Well, I can’t call my blog I Watch Them Grow without having a tutorial on these gorgeous and popular wood growth charts, now can I? I originally found this idea for the ruler style DIY wood growth chart on Pinterest, and I read a few great tutorials on how to make them. So I gave it a try and it turned out great! I couldn’t be happier.
What I love about this project, there are so many things:
- it’s easy to record your child’s growth over time
- provides a great visualization for comparing your child’s growth
- is portable – can easily be moved to a different room or different house if you move
- it’s not expensive to make it yourself
- a simple design that can be customized to suit your home
- it’s so easy to make! no power tools or carpentry skills required, anyone can make one of these!
If you like doing DIY projects, this one costs $25 and takes a couple hours of your time (plus drying time), for something that I think is both a functional and stylish keepsake of your kid’s childhood.
Or if you prefer there are many crafters who make these custom order for sale. You will want to find someone local to you though because shipping would be pricey.
I have seen so many different versions of these – some are painted in colors and designs to match a baby’s nursery or child’s room, others have the child’s name or the family name painted on it.
What I love about the simple ruler style of the one I made is that it won’t become dated after a few years, or not match when we decide to restyle the room decor. Also it’s not babyish, which, if you are using this thing as your child grows into their teens, why would you want to be stuck with their nursery colors and cutesy animals and such all those years? That’s why I chose this design which is simple, classic and versatile.
I love that I can put all my girls’ measurements on the one chart, so we can compare each of their growth over time as well as comparing to each other just for fun.
I will give you a recap of the process I used to make this and the cost (unfortunately I didn’t take any photos of the process), and I will also give you links to the tutorials that I found helpful.
I went to my local hardware store and bought these supplies:
- 6 foot long wood board $10
- wood stain in American Heritage color $5
- clear varnish $5
- paint brush $3
- sandpaper $2
I also used a measuring tape, pencil, ruler, and permanent marker.
The first step is to sand the wood board, wipe the dust off with a cloth, and apply the stain. After that dries, decide if you would like to apply a second coat of stain.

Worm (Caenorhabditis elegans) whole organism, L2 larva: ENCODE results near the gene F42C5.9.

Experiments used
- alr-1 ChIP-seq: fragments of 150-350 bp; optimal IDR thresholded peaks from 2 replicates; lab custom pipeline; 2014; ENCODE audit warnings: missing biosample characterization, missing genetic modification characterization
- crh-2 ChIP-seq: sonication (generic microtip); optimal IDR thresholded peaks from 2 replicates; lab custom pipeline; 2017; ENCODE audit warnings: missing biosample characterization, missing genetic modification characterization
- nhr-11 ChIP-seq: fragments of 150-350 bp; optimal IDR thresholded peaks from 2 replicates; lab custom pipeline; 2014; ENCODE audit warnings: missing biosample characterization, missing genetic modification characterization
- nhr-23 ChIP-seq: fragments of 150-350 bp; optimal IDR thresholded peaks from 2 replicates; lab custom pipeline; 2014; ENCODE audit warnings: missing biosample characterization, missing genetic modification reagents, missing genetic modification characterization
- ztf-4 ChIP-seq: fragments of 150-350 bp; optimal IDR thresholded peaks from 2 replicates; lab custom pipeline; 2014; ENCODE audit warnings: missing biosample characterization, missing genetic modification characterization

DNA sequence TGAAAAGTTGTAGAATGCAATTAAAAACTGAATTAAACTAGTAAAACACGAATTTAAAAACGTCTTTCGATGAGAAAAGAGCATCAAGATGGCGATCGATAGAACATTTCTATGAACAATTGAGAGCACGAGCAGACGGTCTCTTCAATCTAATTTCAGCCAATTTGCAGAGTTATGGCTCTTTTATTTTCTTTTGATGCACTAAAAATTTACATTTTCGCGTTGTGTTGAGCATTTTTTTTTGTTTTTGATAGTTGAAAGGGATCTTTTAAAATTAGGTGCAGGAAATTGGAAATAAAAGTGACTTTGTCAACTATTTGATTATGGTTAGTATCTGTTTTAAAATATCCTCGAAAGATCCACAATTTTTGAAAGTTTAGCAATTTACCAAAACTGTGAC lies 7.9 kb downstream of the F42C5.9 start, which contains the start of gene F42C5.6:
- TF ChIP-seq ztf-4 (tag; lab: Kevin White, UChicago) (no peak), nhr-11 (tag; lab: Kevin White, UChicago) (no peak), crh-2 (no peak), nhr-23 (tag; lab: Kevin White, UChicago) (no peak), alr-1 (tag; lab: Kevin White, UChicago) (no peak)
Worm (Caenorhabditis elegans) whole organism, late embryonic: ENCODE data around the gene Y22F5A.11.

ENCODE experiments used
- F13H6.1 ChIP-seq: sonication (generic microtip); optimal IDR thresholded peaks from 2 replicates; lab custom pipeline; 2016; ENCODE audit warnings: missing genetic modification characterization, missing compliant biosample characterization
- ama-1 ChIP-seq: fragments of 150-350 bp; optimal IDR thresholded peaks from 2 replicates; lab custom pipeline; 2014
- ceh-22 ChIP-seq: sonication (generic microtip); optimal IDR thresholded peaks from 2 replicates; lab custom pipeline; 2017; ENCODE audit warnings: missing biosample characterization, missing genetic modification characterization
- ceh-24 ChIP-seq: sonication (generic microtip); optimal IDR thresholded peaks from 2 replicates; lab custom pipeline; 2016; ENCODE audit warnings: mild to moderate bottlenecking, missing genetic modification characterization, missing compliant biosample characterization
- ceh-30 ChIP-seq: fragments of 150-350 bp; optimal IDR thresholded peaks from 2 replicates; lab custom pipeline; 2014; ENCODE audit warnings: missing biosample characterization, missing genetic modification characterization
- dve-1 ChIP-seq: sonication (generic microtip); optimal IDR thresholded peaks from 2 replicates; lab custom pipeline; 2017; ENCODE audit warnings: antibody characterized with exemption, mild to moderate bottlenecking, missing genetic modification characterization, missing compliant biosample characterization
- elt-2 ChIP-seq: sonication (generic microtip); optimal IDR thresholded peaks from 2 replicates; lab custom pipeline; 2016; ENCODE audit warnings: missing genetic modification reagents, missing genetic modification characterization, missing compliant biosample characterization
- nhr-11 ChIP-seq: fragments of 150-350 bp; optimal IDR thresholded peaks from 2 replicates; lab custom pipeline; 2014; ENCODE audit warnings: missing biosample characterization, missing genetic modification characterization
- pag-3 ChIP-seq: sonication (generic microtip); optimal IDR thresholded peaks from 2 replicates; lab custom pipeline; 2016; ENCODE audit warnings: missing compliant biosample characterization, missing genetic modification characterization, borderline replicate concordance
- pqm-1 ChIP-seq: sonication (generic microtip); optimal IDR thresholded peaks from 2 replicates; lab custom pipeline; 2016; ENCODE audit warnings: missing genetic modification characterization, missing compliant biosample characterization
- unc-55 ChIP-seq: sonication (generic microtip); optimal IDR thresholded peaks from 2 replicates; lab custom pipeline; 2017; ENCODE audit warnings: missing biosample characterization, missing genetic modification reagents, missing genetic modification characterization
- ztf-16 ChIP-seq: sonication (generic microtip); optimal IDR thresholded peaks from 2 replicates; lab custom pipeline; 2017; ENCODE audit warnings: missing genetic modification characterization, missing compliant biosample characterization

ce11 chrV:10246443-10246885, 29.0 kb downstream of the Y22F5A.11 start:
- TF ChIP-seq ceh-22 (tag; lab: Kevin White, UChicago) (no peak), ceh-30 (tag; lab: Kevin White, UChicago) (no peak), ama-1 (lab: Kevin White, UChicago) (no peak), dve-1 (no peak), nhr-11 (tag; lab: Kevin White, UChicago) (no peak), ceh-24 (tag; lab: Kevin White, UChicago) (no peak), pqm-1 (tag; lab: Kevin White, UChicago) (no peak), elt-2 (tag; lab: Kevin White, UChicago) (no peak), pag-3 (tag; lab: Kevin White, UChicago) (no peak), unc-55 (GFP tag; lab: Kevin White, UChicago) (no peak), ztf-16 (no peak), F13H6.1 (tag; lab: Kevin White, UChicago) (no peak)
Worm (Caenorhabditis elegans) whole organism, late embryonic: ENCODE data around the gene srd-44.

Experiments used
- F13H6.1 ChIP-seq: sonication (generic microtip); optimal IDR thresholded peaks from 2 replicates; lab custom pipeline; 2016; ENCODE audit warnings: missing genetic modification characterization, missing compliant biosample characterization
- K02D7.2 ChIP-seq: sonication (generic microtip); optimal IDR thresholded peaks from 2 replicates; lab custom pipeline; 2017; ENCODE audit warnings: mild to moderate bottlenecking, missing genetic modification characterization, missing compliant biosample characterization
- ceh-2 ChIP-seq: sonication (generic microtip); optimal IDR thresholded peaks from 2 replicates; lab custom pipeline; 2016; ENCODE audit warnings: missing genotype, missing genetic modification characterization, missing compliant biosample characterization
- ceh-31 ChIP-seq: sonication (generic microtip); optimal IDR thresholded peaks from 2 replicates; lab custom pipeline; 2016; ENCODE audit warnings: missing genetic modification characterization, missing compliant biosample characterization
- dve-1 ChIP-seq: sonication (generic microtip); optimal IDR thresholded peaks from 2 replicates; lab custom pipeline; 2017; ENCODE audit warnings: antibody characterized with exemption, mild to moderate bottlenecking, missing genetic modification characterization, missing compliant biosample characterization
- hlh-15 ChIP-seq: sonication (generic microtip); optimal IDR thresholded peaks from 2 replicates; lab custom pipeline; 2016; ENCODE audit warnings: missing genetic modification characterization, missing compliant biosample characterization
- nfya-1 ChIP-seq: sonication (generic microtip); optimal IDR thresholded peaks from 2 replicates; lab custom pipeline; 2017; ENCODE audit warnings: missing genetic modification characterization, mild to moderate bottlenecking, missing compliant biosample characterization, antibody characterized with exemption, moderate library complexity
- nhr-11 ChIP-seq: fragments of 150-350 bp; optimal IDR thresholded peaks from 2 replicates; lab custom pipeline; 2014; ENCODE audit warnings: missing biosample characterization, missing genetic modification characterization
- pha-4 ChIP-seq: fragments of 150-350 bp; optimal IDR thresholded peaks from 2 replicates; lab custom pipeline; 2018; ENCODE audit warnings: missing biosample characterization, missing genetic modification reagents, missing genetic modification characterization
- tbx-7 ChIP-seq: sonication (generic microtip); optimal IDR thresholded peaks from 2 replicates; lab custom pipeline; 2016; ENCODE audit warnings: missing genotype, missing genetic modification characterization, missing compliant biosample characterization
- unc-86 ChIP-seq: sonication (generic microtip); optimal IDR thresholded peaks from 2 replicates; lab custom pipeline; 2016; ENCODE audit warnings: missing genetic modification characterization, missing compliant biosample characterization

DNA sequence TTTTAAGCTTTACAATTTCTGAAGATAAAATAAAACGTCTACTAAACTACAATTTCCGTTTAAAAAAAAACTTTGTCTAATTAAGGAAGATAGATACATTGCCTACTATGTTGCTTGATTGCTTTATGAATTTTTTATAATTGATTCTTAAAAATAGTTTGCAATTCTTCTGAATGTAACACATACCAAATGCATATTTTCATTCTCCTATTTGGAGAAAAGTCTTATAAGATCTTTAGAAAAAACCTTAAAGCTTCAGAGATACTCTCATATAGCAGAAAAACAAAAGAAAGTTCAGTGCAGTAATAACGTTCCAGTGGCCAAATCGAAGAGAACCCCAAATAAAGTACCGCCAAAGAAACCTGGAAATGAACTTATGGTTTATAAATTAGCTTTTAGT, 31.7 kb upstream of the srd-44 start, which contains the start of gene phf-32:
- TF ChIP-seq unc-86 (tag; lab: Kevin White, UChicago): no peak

Once the stain is all dry, lay the board down and get your measuring tape, pencil and ruler to start putting the measure lines on the board. Before you put any lines, make sure you know how high from the floor you will be hanging your board. If you have baseboards, or don’t want to mount it touching the floor, then you have to adjust your measure lines on the board accordingly. I decided to hang mine 6 inches above the floor, so I started my measure lines on the board at 6 inches (instead of zero). That is why the 1 foot line on the board is only 6 inches from the bottom of the board.
In my opinion, measuring and marking out all the lines is the most meticulous and tedious part of the whole project. I suggest using pencil in case you accidentally move your measuring tape and put the line in the wrong place (which I did once, and was able to just erase it).
If I had a square measure I would have loved to use that for drawing the horizontal lines perfectly perpendicular to the edge of the board. I only had a regular ruler so for each line I had to be careful that it was straight and even.
Once you have all the measure lines on there you can add the numbers for each foot. If you are a very neat writer, or going for a handwritten look, go ahead and the write the numbers free hand with your pencil.
Myself, I am too much of a perfectionist and write too crooked, so I printed the numbers off my computer in the chosen font and size, and then traced the numbers on the paper with a pen over the board. That put an impression onto the wood, which I went and filled with pencil after. This ensured that all the numbers were the same size and font. You could also use number stencils if you have them the right size.
Now go back and write over all of your pencil markings with a black permanent marker.
The final step is to seal the marker with a coat or two of clear varnish.
Hang it Up
For hanging, you could install a wire/rope/chain at the top to hang it, however it could be nudged askew when the kids are standing at it. I opted to just drill 2 screws right through the front of it into the stud of the wall, to keep it from moving while measuring or even falling down (as it is quite heavy).
Measure and Mark
That’s it! It’s ready for you to add your child’s height. If you have their previous year’s measurements, go ahead and fill them in too. I even put my kids’ height at birth on mine, and because I have 3 kids on the same board, I put the initial letter of their name with their age at the time of being that height (I think age is easier to track than putting the actual date of measure, but it’s up to you how you want to record it).
Ok so since my tutorial doesn’t show any photos of the process I will direct you to the tutorials that I read if you want to check them out:
If you do take on this project, be sure to let me know how it turned out!